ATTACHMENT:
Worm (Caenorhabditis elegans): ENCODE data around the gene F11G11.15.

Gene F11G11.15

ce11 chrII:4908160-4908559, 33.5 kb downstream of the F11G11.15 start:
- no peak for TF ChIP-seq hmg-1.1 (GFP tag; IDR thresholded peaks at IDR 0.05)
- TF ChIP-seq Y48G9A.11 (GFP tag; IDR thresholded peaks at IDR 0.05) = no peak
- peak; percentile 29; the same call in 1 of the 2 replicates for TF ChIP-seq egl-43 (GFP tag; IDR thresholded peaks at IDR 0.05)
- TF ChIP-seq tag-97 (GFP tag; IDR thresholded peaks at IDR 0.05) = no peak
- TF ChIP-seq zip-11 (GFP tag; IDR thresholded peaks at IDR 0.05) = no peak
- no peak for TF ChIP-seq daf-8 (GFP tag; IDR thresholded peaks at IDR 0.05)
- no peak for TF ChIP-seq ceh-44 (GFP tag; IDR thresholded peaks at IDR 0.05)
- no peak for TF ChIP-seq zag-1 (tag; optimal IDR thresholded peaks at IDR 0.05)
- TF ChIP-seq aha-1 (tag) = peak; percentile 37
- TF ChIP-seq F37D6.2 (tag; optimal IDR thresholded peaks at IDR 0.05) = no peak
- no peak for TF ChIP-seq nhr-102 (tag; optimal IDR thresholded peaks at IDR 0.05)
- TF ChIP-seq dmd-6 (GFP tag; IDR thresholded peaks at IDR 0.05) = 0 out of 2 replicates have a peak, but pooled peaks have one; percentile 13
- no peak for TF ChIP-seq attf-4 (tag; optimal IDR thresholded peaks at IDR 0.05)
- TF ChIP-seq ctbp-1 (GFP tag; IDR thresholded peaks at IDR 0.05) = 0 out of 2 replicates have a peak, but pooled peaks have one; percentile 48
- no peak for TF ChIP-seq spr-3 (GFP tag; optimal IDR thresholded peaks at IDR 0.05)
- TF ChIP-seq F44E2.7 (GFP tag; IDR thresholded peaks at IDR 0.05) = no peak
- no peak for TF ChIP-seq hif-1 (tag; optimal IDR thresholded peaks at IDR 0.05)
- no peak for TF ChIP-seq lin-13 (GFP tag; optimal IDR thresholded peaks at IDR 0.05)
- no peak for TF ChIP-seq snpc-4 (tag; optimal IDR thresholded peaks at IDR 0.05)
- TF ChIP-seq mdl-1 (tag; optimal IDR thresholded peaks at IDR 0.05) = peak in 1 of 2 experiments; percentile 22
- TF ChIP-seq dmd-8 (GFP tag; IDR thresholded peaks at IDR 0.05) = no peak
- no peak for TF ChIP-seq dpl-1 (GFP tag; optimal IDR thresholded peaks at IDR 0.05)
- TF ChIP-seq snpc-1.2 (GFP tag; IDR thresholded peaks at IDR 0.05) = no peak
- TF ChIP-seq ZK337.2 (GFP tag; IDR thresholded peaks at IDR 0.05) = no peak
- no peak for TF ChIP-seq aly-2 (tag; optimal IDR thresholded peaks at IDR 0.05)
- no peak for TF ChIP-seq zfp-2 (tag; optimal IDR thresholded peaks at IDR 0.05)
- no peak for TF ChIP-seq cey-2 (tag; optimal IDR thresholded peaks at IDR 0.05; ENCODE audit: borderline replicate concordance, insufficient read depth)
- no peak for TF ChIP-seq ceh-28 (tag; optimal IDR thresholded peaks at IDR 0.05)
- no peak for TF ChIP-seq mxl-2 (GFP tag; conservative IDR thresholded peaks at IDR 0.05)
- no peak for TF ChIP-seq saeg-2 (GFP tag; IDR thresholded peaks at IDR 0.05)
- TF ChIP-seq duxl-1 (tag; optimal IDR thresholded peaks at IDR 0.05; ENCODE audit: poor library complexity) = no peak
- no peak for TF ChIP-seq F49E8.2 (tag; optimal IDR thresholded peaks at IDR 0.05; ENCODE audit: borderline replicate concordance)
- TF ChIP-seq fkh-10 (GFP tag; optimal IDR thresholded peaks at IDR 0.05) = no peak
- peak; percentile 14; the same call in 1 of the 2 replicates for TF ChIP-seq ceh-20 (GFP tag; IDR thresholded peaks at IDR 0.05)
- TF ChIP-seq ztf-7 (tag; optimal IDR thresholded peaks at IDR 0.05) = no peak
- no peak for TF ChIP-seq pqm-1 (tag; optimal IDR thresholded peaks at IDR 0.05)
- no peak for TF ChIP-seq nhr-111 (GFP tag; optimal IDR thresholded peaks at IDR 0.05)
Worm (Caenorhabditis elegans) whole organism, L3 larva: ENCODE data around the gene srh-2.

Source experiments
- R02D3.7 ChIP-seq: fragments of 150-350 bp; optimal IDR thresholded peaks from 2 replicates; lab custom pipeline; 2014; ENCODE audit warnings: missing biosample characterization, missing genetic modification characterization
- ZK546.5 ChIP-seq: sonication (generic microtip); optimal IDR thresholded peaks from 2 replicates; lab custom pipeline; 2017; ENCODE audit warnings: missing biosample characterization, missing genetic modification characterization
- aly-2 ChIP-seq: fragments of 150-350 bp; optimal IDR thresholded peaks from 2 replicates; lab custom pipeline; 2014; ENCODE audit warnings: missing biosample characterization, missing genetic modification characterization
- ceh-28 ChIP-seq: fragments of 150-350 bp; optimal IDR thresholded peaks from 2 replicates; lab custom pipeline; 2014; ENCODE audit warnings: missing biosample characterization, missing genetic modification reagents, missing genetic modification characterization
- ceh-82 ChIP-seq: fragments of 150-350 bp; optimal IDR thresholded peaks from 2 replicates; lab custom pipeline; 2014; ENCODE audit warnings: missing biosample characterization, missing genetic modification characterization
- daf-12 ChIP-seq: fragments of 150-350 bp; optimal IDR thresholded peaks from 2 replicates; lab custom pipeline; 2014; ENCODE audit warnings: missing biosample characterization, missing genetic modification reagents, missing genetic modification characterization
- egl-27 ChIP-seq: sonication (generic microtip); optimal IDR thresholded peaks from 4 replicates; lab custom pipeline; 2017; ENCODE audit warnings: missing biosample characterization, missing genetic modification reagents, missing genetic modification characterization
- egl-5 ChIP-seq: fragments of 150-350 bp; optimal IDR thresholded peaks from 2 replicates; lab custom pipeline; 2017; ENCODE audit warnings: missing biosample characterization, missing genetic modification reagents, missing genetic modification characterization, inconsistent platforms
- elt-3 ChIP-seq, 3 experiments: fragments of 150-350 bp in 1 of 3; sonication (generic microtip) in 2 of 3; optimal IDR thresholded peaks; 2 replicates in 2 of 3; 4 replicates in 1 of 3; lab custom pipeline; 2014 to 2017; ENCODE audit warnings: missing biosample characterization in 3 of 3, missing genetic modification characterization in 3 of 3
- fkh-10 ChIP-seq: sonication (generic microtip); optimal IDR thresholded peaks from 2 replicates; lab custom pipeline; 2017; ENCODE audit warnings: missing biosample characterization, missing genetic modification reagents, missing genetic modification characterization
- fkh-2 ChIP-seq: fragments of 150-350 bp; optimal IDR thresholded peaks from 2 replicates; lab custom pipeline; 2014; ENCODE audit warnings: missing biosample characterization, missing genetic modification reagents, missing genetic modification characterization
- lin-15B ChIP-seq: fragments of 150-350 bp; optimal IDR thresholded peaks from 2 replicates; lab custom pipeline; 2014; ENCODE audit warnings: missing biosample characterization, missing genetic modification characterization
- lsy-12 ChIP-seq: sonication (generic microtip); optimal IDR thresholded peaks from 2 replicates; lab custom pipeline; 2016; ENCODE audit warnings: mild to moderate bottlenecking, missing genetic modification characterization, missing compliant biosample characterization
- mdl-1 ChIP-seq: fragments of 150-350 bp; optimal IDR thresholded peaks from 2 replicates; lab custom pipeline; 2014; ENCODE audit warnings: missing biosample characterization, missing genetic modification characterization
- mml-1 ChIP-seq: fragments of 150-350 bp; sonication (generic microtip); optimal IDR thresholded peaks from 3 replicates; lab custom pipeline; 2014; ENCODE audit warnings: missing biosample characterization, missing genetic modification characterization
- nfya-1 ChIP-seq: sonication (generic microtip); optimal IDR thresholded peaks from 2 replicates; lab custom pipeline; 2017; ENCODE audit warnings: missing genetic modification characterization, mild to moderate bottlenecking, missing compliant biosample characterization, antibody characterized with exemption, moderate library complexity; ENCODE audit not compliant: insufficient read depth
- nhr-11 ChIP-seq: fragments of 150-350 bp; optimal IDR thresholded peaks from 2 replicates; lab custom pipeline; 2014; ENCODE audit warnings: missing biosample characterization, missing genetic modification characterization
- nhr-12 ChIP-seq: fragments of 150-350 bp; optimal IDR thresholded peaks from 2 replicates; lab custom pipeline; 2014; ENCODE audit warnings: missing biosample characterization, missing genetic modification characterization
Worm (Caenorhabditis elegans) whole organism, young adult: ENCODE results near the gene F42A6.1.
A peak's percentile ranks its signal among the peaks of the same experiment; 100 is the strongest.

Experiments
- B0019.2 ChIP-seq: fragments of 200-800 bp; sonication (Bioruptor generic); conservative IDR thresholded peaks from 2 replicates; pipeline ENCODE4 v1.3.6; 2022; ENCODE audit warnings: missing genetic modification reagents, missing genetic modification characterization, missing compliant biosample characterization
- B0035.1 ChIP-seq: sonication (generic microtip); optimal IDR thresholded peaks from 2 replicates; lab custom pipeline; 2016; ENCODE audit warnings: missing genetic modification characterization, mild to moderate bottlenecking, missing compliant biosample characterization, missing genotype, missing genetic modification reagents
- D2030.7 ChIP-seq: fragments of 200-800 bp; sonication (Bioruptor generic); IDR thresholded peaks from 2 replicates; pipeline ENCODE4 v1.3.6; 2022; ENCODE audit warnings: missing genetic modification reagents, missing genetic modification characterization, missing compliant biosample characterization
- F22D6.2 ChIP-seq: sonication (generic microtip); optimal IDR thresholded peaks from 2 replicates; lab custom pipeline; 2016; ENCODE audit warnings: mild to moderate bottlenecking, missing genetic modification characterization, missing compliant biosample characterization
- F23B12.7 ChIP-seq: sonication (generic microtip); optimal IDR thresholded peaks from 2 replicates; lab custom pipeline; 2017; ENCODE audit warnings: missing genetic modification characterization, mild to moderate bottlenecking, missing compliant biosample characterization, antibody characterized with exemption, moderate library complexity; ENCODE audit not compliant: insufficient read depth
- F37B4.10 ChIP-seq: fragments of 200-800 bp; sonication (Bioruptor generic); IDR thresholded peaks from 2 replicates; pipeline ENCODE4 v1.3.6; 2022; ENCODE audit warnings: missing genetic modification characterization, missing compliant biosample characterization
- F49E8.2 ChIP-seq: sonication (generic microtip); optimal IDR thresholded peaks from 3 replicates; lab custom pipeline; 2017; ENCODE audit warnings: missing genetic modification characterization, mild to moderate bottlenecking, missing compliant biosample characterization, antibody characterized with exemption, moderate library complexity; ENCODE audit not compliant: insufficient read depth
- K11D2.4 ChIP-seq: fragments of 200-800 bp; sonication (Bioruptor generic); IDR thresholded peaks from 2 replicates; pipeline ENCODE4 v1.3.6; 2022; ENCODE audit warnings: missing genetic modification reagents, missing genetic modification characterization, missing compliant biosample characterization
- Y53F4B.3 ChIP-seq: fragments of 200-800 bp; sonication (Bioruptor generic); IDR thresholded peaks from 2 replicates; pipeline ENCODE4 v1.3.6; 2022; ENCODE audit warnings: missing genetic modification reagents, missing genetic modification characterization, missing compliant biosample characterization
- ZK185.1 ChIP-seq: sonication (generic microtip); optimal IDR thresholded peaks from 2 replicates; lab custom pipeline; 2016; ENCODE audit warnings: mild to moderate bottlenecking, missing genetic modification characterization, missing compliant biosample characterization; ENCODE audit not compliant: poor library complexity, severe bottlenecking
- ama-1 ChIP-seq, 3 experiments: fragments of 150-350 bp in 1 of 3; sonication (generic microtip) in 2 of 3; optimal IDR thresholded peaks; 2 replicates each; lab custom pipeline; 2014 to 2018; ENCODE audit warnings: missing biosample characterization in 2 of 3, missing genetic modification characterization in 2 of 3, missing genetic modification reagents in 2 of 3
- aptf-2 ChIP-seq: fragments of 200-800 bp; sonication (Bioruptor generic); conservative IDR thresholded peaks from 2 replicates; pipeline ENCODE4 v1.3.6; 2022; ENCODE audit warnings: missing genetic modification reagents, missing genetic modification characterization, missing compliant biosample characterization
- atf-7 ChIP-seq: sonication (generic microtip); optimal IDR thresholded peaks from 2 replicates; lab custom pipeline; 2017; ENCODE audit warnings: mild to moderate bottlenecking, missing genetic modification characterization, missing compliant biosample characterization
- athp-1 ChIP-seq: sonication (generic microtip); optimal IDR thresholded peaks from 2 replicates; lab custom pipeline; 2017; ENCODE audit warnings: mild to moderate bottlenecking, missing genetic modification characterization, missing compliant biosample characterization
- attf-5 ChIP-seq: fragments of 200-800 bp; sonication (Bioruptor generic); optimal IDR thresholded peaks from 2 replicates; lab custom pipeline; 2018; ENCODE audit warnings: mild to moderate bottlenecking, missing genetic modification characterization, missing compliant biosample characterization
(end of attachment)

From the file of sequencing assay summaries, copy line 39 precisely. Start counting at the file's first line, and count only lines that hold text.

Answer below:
- no peak for TF ChIP-seq pqm-1 (tag; optimal IDR thresholded peaks at IDR 0.05)